Opinion: ARC students discuss mental health stigmas in black community


Seeking assistance for mental health problems can start with something as simple as picking up a brochure at ARC’s health clinic. (Photo by Shiavon Chatman)

Shiavon Chatman

There are a few taboo topics usually avoided at all costs in conversation, including sex, politics, religion, and mental health.  

Especially in the black community, mental health is something that is hardly ever addressed.

Rapper and actor Kid Cudi recently admitted himself to rehab to treat his depression and suicidal urges. He penned a nearly 400 word statement on his choice, which he then published to his Facebook page.

In response to his admission via social media, black men began to share their experiences with depression and suicidal thoughts using the hashtag #YouGoodMan.

The hashtag was created to give black men a space where they could connect with each other and share their experiences with mental illnesses

Mental health is primarily ignored in the black community, often simply treated with a “man up” or those are “white people problems.”

“I remember coming up and being told I was too young to be depressed and I needed to shake it off” said Daniel Robinson, an Economics major. “My family often (told me) anxiety and depression were white people problems and I needed to work twice as hard to be half as good as them, so I didn’t have time to be depressed and anxious.”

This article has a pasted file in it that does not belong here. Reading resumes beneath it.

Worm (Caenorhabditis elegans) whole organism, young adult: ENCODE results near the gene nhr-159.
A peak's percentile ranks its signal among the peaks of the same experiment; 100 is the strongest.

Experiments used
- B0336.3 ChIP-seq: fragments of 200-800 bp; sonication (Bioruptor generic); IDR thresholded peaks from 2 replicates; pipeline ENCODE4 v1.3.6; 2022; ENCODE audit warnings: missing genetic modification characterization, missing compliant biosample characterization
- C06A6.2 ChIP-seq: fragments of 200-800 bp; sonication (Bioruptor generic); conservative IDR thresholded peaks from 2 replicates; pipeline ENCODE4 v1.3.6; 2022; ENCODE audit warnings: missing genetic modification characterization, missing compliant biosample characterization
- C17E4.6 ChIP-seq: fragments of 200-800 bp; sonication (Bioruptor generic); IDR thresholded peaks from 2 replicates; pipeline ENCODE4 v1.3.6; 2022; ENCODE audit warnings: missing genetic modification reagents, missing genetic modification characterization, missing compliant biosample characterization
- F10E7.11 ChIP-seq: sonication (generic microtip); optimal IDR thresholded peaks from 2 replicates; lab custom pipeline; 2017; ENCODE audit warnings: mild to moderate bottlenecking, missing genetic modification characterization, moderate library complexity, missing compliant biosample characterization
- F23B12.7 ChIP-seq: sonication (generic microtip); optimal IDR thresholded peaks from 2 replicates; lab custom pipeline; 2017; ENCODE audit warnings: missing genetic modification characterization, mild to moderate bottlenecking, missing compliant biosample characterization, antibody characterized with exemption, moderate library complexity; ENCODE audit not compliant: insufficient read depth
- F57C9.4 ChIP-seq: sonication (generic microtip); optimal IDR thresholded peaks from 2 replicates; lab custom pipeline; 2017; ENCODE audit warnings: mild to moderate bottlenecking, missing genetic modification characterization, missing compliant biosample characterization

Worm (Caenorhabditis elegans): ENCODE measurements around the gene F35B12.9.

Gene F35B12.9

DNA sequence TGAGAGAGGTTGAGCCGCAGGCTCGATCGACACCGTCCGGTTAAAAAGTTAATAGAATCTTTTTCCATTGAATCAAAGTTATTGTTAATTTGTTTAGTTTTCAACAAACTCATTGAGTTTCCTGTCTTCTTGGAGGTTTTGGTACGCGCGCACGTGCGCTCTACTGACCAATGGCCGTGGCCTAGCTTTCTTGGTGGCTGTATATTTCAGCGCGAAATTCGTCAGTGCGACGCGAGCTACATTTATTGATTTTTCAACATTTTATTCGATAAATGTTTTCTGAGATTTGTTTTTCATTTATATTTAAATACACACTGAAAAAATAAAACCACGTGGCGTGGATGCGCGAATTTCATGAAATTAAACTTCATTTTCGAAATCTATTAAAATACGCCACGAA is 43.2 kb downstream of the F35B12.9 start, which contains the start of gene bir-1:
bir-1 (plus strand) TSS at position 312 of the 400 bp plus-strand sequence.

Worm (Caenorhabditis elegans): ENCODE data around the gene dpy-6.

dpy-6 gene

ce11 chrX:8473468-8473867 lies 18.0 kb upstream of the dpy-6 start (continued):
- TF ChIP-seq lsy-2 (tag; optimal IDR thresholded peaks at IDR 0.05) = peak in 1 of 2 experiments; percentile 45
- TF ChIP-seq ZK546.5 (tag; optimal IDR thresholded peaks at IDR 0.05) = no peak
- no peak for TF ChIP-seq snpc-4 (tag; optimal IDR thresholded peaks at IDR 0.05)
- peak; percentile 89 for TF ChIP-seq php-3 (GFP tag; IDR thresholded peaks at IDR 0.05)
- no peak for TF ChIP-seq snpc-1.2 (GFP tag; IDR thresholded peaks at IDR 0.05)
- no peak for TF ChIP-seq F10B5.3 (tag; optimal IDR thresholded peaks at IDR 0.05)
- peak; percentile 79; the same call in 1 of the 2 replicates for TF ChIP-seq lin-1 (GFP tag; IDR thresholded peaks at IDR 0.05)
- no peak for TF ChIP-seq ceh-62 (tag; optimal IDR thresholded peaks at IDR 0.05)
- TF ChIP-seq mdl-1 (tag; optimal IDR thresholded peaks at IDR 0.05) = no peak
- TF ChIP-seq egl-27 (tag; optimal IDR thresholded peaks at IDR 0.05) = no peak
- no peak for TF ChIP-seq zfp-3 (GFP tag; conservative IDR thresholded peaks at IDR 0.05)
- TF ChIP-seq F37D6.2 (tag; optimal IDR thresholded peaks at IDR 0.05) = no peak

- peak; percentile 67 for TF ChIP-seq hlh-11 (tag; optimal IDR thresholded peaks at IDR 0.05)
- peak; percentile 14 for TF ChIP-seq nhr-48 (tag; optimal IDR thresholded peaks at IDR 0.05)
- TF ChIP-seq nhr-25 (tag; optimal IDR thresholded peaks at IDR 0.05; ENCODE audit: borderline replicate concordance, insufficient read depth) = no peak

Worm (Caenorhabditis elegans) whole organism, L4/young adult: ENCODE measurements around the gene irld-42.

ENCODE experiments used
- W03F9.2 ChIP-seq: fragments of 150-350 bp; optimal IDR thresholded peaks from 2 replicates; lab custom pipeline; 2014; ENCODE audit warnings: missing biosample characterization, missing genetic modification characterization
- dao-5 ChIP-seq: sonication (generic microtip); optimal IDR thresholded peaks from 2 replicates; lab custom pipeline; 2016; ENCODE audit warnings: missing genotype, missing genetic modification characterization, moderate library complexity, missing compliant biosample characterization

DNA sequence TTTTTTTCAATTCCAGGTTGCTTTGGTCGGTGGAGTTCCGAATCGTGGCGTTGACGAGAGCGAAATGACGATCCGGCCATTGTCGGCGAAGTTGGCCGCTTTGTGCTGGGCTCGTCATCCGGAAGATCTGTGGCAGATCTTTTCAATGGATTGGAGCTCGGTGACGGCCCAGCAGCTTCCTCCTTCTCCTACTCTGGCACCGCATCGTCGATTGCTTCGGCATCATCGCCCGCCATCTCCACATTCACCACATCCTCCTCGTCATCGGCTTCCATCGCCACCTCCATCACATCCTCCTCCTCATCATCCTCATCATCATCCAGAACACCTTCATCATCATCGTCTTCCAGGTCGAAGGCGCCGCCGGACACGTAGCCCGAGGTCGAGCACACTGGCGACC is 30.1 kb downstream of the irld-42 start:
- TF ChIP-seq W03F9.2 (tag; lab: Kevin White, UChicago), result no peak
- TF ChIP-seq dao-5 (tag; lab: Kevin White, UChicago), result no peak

The idea that black men can’t be upfront and honest with their mental illnesses stems from hypermasculinity.

Hyper-masculinity is the idea that implements the male stereotype of super strength, both physically and emotionally, and the hinderance of showing emotion.

“I always feel like I have to be the tough guy. I was depressed in high school but I didn’t talk about it with anyone because that’s not what people do where I’m from,” said ARC student Isaiah Bishop.

Using the hashtag, men began sharing what they used to help treat their mental illnesses and also what people do that is often counterproductive.

Some said hearing “what can I do to help you?” was very helpful, while hearing “just calm down or get over it” didn’t help at all.

“Smoking (marijuana) helps me cope with the pain sometimes. I just hate hearing “just get over it’” said black ARC student Damien Russell.

Anxiety is something that consumes your life often making minor things most people take for granted very difficult.

Hearing “just calm down” or “you’ll be fine” often makes the situation much worse.

“Sometimes I feel like nobody cares. I look up to Kid Cudi for seeking treatment but when you keep that stuff bottled in it can result in a suicide or you could just lose your mind,” said ARC student Noah Wells.

When an individual living with mental illness feels as if their problems are being belittled they often escalate.

“I think race plays a huge factor in it. My parents are black and white and they look at mental illness much differently. My dad is black and he always taught me to be tough and my mom is white and she always taught me to say something when I need help. So, sometimes I feel really torn. I really look up to (Kid Cudi) but even more now because now he’s a role model for people who suffer from depression,” said Wells.

Addressing mental health in the black community is important because it holds people accountable and can possibly supply assistance to the systemically and culturally silenced.